The Actor Who Brings Human Tragedy to Non-Human Roles

Andy Serkis plays a person in the newly released Brighton Rock, but his most astonishing roles remain the beasts of Rise of the Planet of the Apes, Lord of the Rings, and King Kong

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20th Century Fox/New Line Cinema/Universal Pictures/ facebook.com/pages/Andy-Serkis

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In the weeks since Rise of the Planet of the Apes hit theaters, the entertainment press has engaged in a spirited conversation. It hasn't been centered on the topics you might expect: the strong box office performance of the Apes franchise's latest iteration or the sincerity of star James Franco's apparent quest to out Renaissance all Renaissance men. Instead, the Apes post-mortem has largely focused on one of the most unheralded, underrated actors around—the great Andy Serkis, who plays Caesar, the ape who starts the simian revolt in the blockbuster. 

Media outlets from the Los Angeles Times to New York Magazine have wondered whether a best supporting actor Oscar nod might be in the cards for Serkis, as his motion-capture work lends heart and, yes, humanity to what would otherwise have been a straightforward FX part. 

There's even an "Oscar for Andy" Twitter and Facebook campaign.

While it seems unlikely that the fusty Academy would actually nominate someone for playing an ape, particularly given the digitized nature of the performance, the groundswell of support and speculation offers the perfect time to celebrate Serkis's remarkable career.

Of course, the West London-born actor, 47, doesn't just do motion capture. He had a successful career in TV and small movies before The Lord of the Rings and he can be seen playing human parts in the newly released Brighton Rock, an adaptation of the Graham Greene novel, and in the black comedy Burke & Hare.

But Serkis's three performances in the digital realm—as Gollum in The Lord of the Rings trilogy, King Kong in Peter Jackson's remake of the classic, and Caesar in Apes—give the fullest picture of his immense talents. They are among the three most challenging, elaborately conceived works of the past decade and proof that Serkis is among our finest actors, no matter what the Academy thinks.

It's hard enough to act in a big budget epic—when entire settings and characters are added in post-production—while playing a human. The scope of such a production, which can make the set feel more like a corporation, and the preponderance of flashy effects-heavy sequences threaten to further dilute any sort of character-driven focus.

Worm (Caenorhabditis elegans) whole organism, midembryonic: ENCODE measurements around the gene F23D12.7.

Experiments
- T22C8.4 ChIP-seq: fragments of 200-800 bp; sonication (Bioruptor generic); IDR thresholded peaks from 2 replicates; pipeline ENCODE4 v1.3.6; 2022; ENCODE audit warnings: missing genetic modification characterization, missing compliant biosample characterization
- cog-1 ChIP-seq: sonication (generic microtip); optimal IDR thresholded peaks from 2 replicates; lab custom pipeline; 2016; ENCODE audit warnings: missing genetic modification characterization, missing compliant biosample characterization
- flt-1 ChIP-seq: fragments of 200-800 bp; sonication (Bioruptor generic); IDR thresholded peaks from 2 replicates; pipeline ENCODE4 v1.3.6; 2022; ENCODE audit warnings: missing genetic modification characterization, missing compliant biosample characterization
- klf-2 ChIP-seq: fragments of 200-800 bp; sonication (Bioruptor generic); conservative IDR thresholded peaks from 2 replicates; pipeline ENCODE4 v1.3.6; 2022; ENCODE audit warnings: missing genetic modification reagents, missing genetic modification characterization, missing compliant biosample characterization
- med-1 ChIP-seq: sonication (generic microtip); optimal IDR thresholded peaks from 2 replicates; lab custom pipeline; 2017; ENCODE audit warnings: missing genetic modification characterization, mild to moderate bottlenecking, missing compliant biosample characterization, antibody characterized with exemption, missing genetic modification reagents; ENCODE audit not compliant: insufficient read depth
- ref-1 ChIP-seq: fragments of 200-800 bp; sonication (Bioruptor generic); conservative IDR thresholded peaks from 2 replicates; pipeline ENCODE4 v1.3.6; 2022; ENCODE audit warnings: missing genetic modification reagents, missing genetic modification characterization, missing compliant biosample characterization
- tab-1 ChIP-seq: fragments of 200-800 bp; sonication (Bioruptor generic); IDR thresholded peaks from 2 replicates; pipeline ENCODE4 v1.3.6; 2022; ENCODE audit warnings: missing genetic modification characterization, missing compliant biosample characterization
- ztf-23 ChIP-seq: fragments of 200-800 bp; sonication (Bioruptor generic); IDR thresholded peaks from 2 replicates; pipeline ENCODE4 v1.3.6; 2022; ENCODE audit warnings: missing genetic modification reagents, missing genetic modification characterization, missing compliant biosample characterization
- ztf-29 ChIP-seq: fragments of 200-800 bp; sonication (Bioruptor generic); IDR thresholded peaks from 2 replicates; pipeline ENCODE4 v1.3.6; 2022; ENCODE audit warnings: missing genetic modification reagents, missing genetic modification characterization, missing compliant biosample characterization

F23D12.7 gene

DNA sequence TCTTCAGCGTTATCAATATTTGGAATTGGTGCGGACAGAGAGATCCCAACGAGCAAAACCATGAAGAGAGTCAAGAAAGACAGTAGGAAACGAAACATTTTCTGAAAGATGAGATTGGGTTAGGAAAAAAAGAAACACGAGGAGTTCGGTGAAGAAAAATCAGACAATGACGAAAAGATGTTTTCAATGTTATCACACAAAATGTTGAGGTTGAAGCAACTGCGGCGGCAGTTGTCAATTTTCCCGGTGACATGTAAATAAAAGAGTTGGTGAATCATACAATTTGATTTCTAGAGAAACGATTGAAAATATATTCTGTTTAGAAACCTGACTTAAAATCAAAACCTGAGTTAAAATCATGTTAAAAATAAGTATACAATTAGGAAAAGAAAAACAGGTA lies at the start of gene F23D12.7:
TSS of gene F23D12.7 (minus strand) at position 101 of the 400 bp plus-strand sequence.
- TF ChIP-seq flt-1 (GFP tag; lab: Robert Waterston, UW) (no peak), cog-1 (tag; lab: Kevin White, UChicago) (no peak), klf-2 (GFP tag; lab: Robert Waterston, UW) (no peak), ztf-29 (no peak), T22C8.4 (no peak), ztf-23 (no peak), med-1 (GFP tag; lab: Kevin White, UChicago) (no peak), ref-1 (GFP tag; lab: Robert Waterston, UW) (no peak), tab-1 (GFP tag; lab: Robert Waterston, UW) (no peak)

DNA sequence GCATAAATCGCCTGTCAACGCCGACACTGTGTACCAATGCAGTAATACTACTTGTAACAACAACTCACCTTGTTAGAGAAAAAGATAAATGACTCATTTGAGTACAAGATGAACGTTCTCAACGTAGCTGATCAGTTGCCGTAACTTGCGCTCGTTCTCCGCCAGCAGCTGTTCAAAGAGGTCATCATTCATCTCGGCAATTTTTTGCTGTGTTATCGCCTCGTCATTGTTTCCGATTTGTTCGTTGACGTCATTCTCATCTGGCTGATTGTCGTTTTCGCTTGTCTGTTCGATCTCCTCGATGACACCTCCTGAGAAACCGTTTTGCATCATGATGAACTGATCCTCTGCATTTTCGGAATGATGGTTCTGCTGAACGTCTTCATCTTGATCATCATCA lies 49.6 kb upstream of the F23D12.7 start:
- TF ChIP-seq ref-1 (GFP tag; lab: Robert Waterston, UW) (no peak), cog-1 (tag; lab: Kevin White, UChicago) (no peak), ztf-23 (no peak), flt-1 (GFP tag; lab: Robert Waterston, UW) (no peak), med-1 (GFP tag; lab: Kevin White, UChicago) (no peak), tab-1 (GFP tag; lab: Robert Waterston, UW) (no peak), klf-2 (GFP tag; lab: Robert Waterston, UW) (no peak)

Consider, then, Serkis's performance as the indelible Gollum. As conceived by J.R.R. Tolkien and Jackson, the decrepit, split-personality hobbit, who has spent his life pursuing the One Ring, is a complex, tragic villain. 

Despite reportedly shooting each scene three times (including once without any co-stars), crawling around in a tight body suit outfitted with sensors, and being subjected to the whims of technology, Serkis masters every shade of those complications. Alternately pathetic, creepy and powerfully sad, his Gollum is imbued with tortured, desperate feeling. A weak-willed slave to the ring, he's less a malevolent persona than an empathetic figure struggle with debilitating addiction. 

King Kong is a tragic figure but in a different, grander way. He, in many respects, represents the most imposing challenge of all Serkis's motion-capture parts. Kong, after all, is not a former hobbit or an ape cared for by humans (as is Caesar), but a giant primitive figure whose idyll is interrupted by a team of filmmakers. Facing many of the same technological hurdles, Serkis masters the deliberate, powerful movements and variations in growls. 

But there's no King Kong without its central love story, and the moments of tender affection Serkis's Kong shares with Naomi Watts's Ann Darrow are what drive the film. Within the framework of playing an aggressive beast Serkis taps into deep, elemental romantic feeling. The actor communicates volumes about his character's passionate devotion to Wray in the ways he looks at her longingly, defiantly defends her from an attacking dinosaur and cradles her atop the Empire State Building with sadness in his eyes, as their world comes crashing down. 

Finally, Serkis provides the core of Rise of the Planet of the Apes. Raised by Franco's Dr. Will Rodman, Caesar transitions from a scared young creature burdened by a severe identity crisis to a proud, resolute ape, who is sure of what he is and what he must do. A film populated by one-dimensional humans and sprinkled with several wordless scenes between the apes, Rise asks Serkis to sell audiences on the primates' point-of-view, to convey the range of experiences both happy and sad that could turn a kindhearted baby into a determined revolutionary.

As for whether he succeeded, the ample critical acclaim, $261 million (and counting) worldwide box office total and grassroots Oscar movement say it all.

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Robert Levin writes about film and other entertainment topics for amNewYork, Inside Jersey, Backstage, and elsewhere. He is a member of the New York Film Critics Online guild.

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